And so by allowing my wishes to change and embracing the fact that I was not going to have a healthy, normal pregnancy with her, I found more beauty and hope and love than I could have ever imagined.


And no one wishes to have this happen to you. I didn't grow up as a little girl like, “I hope I have a pregnancy with a baby that’s going to die.” But now that I've been through this situation and I've watched my wishes change to align with God's will, I feel like I have this calling to share that, because I do know so many people when they're in the heat of the moment and they're dealing with grief, it just feels like there's no tomorrow and it's so painful and you don't understand God's purpose and will in it.


But I do feel that as you allow wishes to change and you align your wishes with God's will, then you start to see a bigger picture.


Ashley Opliger: [00:10:59] Absolutely. I think when we can trust in God's sovereignty and understand that life is such a gift, it’s so precious and so sacred, and each day is a gift.

And you chose life for Annabelle. When you were being advised to get an abortion and end her life, you chose for God to determine the day and the hour to take her home, just like God is going to take all of us home and He has determined that day and hour.


And so you were able to view each day as a gift with her and then such a miracle and blessing that you were able to spend time with her, not only in your womb, singing to her and reading to her, but also getting to hold her and love on her for those six beautiful days. And I just love that you had such trust and also you allowed God to give you that perspective that life is a gift, and that we should cherish each day.


And so what would you say? Because I know that had to be so hard processing in your pregnancy a life-limiting diagnosis; even when you were going to pray for the best and hope for a miracle, there still had to be so many days filled with fear and anxiety and wondering what this was going to look like or how it was going to play out.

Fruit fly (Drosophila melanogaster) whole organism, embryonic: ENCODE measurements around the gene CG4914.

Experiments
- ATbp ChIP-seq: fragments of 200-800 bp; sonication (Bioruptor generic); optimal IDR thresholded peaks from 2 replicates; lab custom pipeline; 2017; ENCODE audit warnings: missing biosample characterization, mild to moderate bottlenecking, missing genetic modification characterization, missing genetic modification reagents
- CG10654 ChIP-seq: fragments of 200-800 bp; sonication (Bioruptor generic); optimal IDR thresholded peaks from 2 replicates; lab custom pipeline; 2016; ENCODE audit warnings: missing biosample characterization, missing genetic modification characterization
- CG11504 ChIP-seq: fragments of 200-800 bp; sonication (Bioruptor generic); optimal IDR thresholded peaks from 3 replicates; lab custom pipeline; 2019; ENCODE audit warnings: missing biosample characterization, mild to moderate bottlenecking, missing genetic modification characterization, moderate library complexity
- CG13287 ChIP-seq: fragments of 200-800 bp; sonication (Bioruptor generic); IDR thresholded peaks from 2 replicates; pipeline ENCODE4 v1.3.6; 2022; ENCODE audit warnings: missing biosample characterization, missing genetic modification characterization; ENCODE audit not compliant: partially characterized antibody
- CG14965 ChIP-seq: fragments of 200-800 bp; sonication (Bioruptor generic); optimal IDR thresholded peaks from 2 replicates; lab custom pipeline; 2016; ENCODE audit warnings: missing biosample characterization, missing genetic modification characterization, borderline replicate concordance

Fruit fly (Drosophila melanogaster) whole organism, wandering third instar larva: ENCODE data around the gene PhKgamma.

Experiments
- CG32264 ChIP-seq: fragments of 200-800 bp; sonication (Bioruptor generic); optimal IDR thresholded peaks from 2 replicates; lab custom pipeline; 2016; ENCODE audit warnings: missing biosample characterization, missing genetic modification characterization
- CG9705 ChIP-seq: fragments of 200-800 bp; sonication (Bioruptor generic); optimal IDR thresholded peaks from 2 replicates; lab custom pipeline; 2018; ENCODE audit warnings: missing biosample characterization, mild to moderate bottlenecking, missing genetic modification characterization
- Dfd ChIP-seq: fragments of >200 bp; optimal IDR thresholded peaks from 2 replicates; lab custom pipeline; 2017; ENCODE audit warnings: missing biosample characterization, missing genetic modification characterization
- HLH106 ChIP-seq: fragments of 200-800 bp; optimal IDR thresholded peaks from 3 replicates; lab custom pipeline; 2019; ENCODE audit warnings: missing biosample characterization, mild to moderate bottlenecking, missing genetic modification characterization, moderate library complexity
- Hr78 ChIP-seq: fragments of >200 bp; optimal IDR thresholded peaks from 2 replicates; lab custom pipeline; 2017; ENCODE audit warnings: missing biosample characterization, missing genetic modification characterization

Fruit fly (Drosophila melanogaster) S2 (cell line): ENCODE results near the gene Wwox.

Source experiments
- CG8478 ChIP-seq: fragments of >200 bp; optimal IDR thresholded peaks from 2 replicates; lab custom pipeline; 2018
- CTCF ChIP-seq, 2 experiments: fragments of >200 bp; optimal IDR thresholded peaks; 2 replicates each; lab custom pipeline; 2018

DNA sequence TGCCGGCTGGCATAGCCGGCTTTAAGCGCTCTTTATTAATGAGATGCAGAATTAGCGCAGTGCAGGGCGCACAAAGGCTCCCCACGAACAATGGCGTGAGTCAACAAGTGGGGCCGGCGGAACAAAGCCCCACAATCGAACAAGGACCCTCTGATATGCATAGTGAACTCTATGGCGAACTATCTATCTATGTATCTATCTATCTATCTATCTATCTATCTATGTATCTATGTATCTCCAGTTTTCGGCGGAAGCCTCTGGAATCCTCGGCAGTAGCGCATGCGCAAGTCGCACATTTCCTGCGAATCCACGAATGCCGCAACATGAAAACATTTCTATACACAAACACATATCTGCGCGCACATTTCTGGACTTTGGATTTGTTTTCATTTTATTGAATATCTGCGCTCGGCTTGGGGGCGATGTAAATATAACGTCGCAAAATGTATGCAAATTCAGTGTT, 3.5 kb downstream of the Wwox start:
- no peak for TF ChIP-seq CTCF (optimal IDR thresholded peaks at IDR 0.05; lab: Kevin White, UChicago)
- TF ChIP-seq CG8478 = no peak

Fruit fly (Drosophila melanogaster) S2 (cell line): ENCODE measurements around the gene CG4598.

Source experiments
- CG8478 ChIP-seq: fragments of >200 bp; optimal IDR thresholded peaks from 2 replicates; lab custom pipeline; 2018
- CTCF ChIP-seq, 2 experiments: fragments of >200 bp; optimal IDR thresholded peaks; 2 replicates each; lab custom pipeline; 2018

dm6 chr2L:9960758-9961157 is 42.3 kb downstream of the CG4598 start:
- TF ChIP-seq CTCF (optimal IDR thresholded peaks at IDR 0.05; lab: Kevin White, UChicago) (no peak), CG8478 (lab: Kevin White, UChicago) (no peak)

I did not have for Bridget a life-limiting diagnosis, but we had complications in my pregnancy and so many what-ifs and questions about how things would go.


And you and I actually were talking about the fact that we were pregnant with Annabelle and Bridget at the same time in 2014. Bridget was born in October and then Annabelle was born in December. And so that's really special that our stories connect in that way.

But would you share a little bit more about what that looked like in your pregnancy, walking through the fears, the grief, and the joy, and all of those emotions together?


Tricia Roos: [00:12:48] You know, I think the biggest thing I learned, and I didn't realize this until I was writing about the situation, was just because I prayed not to be anxious did not mean that it just disappeared. My prayers, my petition, everything had to be just constant pursual of God’s will.


And I found that I did have those bad days where I was really angry and mad. And I remember being on a run and I was just crying: “Why me? “Why did this happen to me? How could You have done this to me?”